Hear Tennessee Williams Read Hart Crane’s “The Broken Tower” and “The Hurricane” (1960)

Note: Audio takes about 8 sec­onds to play…

Many Moons Ago, a poet­ry teacher of mine intro­duced me to the term “ter­mi­nal aes­thet­ic,” mean­ing a style that could go no fur­ther, hav­ing burned up all of its resources. It’s a great way to char­ac­ter­ize the poet Hart Crane’s ambiva­lent appraisal of his lit­er­ary fore­fa­ther, T.S. Eliot. Crane spent his poet­ry career try­ing to rem­e­dy what he saw as Eliot’s fail­ure to sal­vage any­thing from the mod­ern world but cramped despair in The Waste Land. As Crane put it, Eliot’s mas­ter­work was “so damned dead” and man­i­fest­ed “a refusal to see cer­tain spir­i­tu­al events and pos­si­bil­i­ties.” It’s prob­a­bly safe to say that near­ly every­one sub­ject­ed to Eliot’s por­ten­tous verse has felt this way at one time or anoth­er. But Crane felt it and per­se­vered; he tried to out-write The Waste Land with his own mod­ernist epic, The Bridge.

The poet’s opti­mism was total­ly at odds with his brief, painful life. As David Dud­ley summed it up recent­ly:

Crane’s short life was a train wreck—a teenage sui­cide attempt, fol­lowed by bit­ter estrange­ments from his moth­er, a Chris­t­ian Sci­en­tist, and his father, a well-to-do Cleve­land can­dy mak­er who dis­ap­proved of his son’s habits. Liv­ing as a semi-clos­et­ed gay man on the fringes of the cul­tur­al lime­light in New York and Europe, Crane had affairs with sailors, drank too much, got in fights, and couldn’t hold a job.

Crane’s depres­sion and feel­ings of fail­ure drove him to sui­cide in 1932, at age 32: he leapt into the Gulf of Mex­i­co from the steam ship Oriz­a­ba (most think; he left no note). His tomb­stone is inscribed with the words “lost at sea.”

That phrase also cap­tures how so many read­ers feel when faced with Crane’s roco­co verse. With its archa­ic (some would say pre­ten­tious) dic­tion, and obscure allu­sions nest­ed inside oblique ref­er­ences, the word “dif­fi­cult” may be an under­state­ment. But Crane’s work has had many cham­pi­ons, among them, Ten­nessee Williams. As an epi­graph to A Street­car Named Desire, Williams chose these lines from Crane’s “The Bro­ken Tow­er”:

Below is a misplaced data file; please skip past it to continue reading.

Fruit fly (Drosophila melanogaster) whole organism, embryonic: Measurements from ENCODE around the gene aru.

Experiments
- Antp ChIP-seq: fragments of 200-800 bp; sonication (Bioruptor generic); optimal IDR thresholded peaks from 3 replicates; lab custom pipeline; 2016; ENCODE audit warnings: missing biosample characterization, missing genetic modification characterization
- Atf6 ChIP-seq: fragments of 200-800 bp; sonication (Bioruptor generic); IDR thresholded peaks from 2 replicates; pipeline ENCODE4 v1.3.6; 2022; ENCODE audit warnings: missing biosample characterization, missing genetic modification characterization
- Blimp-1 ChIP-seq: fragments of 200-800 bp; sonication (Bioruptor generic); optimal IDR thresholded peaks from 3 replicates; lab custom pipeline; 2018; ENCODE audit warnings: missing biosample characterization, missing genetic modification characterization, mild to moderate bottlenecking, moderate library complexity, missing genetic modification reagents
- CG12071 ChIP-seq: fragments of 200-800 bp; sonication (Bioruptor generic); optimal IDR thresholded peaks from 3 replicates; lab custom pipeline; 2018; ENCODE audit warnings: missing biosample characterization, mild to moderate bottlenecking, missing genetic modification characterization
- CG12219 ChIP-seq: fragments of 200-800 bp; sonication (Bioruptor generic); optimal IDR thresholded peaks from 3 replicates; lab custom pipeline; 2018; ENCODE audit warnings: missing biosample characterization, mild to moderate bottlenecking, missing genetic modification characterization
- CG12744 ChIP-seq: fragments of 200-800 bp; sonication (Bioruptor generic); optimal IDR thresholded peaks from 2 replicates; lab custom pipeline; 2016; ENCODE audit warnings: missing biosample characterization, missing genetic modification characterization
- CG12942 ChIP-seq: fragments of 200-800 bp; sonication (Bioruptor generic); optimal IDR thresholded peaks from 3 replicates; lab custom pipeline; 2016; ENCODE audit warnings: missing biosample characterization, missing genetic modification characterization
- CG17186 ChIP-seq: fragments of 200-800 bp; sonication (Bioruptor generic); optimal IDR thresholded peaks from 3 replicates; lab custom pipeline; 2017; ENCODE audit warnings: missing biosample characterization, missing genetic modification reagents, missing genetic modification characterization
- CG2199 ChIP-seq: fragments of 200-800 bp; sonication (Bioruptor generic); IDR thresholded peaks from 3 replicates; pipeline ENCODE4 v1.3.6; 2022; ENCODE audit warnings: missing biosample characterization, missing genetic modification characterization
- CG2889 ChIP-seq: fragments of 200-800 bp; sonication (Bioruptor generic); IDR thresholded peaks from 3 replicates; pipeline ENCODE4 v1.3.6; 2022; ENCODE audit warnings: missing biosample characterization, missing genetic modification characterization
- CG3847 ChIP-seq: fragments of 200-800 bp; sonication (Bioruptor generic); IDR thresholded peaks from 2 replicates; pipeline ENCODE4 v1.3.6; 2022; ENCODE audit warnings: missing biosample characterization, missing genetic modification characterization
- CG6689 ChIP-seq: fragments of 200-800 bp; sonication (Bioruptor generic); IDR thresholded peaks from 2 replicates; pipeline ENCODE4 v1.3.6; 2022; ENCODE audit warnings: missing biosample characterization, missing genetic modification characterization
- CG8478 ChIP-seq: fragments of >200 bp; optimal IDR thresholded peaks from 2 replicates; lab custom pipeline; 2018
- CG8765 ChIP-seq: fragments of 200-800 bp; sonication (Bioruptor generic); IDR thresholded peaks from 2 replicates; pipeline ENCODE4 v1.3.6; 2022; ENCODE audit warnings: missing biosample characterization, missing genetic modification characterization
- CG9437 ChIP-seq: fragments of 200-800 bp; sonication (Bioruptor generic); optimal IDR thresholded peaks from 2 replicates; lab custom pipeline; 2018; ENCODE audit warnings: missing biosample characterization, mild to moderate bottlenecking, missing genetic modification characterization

And so it was I entered the bro­ken world
To trace the vision­ary com­pa­ny of love, its voice
An instant in the wind (I know not whith­er hurled)
But not for long to hold each des­per­ate choice.

The exquis­ite rhythms of Crane’s lines—Shakespearean by way of Eliot—lend them­selves so well to read­ing aloud. Above, then, we have the priv­i­lege of hear­ing Crane’s defend­er Williams read “The Bro­ken Tow­er” in his reedy, South­ern voice. Fol­low the text of the poem in the video as Williams reads. Both the audio above and that below—of Williams read­ing Crane’s hyp­not­ic “The Hurricane”—come from a near­ly-impos­si­ble-to-find 1960 LP from Caed­mon Records. Thanks again, Inter­net, and thanks to Don Yorty, who post­ed these videos.

Relat­ed Con­tent

The Bro­ken Tow­er, James Franco’s Docu­d­ra­ma On “Dif­fi­cult” Poet Hart Crane: A Pre­view

Mar­lon Bran­do Opens Up to Ten­nessee Williams

British Actors Read Poignant Poet­ry from World War I

Josh Jones is a writer, edi­tor, and musi­cian based in Wash­ing­ton, DC. Fol­low him @jdmagness

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Comments (2)
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  • Don Yorty says:

    Thank you Josh for using the vimeos for this won­der­ful piece. It cer­tain­ly increased my vimeo views this week. I am going to con­tin­ue adding the Williams/Crane vimeos until I run through them. I do oth­er poets too, and some of my own as well. Thank you very much for giv­ing me the cred­it; hope­ful­ly it might expand my view­er­ship as well because I want what I do to be enjoyed and read. Yours in the word. Best.

  • Zuldev says:

    Thank­ful for this. It is too won­der­ful! I hope to read more of this analysis/citing/masterpiece from these absolute­ly bril­liant authors.

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